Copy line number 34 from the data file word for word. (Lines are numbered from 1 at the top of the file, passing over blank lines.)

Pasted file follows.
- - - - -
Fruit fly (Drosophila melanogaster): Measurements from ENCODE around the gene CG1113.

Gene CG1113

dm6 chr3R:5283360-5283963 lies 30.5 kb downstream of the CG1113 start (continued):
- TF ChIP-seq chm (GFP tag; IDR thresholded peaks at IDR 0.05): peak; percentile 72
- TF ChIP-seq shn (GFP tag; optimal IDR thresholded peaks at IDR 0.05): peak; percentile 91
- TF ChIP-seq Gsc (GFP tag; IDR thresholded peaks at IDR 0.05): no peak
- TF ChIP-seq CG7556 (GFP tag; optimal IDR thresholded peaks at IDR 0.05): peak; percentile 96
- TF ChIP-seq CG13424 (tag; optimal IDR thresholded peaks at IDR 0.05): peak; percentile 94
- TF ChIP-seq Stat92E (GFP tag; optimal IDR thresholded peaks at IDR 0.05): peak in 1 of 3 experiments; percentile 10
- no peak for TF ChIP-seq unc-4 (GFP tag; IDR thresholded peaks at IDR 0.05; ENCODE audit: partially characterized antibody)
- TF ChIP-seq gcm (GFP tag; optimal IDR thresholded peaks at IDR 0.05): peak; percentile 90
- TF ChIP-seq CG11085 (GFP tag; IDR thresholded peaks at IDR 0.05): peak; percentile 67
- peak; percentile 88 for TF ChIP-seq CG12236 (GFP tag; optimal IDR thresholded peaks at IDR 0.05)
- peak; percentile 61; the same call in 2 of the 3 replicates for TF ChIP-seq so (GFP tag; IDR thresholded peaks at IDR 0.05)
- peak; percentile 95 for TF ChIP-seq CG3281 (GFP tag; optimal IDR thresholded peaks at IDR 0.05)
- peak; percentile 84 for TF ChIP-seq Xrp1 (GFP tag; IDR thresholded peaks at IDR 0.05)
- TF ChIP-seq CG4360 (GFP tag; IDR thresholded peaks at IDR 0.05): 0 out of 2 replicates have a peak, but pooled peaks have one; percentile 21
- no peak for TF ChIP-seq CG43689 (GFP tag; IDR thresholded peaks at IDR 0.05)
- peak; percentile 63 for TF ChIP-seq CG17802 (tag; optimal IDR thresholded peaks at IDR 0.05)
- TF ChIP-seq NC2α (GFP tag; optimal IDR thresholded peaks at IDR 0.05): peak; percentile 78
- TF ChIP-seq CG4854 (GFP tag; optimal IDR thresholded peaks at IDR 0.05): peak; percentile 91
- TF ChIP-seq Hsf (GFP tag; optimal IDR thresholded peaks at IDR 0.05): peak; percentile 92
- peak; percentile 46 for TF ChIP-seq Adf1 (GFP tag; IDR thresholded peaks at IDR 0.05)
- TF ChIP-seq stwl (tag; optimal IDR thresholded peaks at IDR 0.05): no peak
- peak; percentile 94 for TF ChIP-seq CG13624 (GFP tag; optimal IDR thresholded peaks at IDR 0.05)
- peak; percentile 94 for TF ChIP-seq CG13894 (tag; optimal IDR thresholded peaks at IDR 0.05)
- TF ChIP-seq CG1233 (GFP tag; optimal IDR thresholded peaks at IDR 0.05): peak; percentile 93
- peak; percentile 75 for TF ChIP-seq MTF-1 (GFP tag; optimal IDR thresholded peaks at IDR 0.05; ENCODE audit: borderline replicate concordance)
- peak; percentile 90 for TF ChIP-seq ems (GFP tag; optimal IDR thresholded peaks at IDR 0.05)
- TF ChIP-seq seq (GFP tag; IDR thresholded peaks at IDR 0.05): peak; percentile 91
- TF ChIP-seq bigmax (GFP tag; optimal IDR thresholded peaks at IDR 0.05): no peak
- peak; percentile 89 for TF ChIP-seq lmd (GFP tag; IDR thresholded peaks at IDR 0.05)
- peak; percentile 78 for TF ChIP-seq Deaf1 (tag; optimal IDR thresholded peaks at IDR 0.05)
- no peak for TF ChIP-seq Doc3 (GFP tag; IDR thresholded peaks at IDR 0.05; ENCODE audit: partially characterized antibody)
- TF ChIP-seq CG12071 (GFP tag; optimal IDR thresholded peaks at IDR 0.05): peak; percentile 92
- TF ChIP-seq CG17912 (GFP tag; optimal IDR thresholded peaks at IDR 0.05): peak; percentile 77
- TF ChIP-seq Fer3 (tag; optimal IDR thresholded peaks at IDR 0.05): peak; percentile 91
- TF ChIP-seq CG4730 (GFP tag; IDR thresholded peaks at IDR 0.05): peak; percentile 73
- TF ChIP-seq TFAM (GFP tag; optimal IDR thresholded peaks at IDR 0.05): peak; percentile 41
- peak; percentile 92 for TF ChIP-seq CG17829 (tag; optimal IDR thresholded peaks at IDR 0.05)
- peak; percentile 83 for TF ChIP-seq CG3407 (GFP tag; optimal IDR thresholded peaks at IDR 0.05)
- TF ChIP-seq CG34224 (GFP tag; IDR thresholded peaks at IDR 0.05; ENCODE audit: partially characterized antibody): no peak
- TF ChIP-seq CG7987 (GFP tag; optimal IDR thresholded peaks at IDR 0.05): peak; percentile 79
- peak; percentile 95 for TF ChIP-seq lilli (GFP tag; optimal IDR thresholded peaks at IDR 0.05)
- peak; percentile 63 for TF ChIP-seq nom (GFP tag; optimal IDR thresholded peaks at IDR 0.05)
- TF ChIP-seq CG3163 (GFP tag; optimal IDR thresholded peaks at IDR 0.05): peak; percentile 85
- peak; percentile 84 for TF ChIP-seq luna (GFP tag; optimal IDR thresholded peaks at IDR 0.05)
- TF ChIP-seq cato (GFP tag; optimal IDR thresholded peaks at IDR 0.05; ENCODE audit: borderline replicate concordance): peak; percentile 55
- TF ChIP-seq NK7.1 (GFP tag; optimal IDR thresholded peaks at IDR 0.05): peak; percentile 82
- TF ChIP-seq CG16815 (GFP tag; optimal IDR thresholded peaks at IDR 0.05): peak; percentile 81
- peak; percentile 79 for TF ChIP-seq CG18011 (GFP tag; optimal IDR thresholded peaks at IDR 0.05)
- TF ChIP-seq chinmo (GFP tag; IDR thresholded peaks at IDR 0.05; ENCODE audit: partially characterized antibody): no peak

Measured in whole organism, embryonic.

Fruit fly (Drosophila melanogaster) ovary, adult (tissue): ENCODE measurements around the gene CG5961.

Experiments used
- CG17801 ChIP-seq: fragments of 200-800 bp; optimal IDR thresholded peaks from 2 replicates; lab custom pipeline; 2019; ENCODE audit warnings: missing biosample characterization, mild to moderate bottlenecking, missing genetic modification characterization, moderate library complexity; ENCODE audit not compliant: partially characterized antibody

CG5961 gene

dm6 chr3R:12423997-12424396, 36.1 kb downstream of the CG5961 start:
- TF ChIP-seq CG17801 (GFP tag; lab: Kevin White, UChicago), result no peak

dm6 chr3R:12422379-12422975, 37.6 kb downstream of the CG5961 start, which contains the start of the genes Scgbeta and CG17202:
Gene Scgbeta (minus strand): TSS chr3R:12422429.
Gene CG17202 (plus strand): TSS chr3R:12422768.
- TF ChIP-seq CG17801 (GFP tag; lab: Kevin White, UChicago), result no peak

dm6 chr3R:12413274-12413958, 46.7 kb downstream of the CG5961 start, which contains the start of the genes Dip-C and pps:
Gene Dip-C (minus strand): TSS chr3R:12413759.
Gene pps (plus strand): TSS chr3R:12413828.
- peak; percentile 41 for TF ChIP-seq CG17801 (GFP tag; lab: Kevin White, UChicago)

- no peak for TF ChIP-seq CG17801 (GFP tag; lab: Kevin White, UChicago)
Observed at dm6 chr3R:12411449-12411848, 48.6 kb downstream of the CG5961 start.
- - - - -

- no peak for TF ChIP-seq Doc3 (GFP tag; IDR thresholded peaks at IDR 0.05; ENCODE audit: partially characterized antibody)